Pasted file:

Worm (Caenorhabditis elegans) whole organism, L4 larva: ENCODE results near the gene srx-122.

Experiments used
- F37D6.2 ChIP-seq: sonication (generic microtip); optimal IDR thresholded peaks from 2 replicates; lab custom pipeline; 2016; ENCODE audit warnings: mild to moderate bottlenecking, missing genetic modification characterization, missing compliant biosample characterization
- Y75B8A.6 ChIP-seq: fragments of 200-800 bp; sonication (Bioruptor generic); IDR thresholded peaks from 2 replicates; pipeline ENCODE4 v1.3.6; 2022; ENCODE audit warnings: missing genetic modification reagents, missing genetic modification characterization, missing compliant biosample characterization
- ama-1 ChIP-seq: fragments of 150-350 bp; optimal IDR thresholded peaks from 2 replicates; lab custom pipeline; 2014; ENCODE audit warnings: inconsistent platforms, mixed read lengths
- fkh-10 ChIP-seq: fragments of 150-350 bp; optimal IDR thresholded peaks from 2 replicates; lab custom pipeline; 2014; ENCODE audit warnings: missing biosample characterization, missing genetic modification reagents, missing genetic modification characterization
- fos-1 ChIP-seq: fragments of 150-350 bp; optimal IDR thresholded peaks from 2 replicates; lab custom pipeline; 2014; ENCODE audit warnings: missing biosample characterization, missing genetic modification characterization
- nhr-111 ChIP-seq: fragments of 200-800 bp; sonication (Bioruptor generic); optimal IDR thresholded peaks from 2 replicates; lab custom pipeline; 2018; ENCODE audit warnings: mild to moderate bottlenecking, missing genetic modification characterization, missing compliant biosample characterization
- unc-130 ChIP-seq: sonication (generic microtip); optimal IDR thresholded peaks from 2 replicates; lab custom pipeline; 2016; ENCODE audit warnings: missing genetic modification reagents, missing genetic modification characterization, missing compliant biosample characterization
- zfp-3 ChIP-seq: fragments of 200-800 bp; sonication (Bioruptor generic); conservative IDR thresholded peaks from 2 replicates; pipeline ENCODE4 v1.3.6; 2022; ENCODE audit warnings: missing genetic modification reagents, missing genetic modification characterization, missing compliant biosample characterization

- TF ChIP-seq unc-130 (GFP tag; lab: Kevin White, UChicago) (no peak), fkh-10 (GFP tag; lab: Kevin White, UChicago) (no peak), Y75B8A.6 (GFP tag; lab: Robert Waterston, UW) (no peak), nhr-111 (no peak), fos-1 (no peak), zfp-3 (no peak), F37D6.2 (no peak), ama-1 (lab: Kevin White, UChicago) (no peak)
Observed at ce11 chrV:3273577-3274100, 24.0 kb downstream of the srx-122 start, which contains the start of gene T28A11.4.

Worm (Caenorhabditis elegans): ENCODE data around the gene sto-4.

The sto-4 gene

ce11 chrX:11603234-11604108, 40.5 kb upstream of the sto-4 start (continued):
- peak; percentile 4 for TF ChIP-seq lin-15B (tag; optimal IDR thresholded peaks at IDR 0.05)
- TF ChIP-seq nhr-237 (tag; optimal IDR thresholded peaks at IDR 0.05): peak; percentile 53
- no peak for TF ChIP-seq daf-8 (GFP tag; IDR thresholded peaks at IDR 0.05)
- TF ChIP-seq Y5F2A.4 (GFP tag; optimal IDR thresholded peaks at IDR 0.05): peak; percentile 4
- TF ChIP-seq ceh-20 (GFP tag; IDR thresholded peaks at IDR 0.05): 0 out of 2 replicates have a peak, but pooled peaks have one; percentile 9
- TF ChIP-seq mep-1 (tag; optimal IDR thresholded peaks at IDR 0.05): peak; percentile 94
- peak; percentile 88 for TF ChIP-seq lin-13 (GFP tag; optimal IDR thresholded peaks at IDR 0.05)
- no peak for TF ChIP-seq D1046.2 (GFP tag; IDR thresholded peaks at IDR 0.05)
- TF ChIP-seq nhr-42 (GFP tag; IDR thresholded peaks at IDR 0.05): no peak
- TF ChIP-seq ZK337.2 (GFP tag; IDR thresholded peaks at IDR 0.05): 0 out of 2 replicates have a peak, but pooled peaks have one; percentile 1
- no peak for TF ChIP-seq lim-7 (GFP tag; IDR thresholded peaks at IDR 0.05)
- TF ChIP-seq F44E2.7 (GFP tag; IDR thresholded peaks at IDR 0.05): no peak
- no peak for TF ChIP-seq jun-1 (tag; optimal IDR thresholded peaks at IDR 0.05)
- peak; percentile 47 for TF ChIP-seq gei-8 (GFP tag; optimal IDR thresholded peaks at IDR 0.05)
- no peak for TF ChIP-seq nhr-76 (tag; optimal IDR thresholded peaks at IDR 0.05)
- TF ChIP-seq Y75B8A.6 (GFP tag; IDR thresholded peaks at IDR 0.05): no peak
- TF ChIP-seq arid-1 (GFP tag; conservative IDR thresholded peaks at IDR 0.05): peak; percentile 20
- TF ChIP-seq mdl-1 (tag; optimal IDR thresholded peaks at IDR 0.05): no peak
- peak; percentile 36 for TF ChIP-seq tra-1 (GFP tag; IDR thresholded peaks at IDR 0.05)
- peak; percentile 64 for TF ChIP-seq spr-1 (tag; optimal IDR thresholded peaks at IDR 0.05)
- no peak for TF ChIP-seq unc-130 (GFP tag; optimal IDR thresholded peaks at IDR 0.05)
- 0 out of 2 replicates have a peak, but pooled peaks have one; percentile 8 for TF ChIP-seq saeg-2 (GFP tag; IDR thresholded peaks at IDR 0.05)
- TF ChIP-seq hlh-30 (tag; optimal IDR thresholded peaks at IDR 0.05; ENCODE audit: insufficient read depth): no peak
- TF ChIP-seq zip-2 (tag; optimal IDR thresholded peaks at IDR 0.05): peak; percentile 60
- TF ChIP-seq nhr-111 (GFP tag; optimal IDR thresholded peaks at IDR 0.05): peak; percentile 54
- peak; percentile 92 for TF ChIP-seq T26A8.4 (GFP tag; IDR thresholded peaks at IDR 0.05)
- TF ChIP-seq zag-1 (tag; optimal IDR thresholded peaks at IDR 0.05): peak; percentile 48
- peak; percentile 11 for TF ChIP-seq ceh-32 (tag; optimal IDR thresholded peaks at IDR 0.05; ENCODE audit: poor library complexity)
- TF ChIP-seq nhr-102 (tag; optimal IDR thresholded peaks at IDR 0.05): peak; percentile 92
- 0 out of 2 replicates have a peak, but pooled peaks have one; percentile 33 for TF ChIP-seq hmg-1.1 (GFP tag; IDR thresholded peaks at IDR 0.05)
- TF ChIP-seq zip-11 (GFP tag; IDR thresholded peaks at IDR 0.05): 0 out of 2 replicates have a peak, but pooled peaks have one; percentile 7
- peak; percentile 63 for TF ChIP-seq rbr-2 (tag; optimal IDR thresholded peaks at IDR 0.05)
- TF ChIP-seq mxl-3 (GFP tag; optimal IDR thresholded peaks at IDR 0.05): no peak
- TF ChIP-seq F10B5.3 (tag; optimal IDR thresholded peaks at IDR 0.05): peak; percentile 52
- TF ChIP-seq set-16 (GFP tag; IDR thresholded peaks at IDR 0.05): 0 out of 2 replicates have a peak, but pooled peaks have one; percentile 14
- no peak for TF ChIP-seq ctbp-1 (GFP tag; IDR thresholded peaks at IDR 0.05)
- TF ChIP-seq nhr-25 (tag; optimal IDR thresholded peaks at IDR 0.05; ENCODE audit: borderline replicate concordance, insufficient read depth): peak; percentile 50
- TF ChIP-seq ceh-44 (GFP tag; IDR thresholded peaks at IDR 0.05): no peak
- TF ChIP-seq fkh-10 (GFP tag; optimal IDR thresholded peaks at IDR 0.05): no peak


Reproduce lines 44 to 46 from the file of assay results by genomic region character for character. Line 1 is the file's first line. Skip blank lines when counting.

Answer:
- TF ChIP-seq nhr-102 (tag; optimal IDR thresholded peaks at IDR 0.05): peak; percentile 92
- 0 out of 2 replicates have a peak, but pooled peaks have one; percentile 33 for TF ChIP-seq hmg-1.1 (GFP tag; IDR thresholded peaks at IDR 0.05)
- TF ChIP-seq zip-11 (GFP tag; IDR thresholded peaks at IDR 0.05): 0 out of 2 replicates have a peak, but pooled peaks have one; percentile 7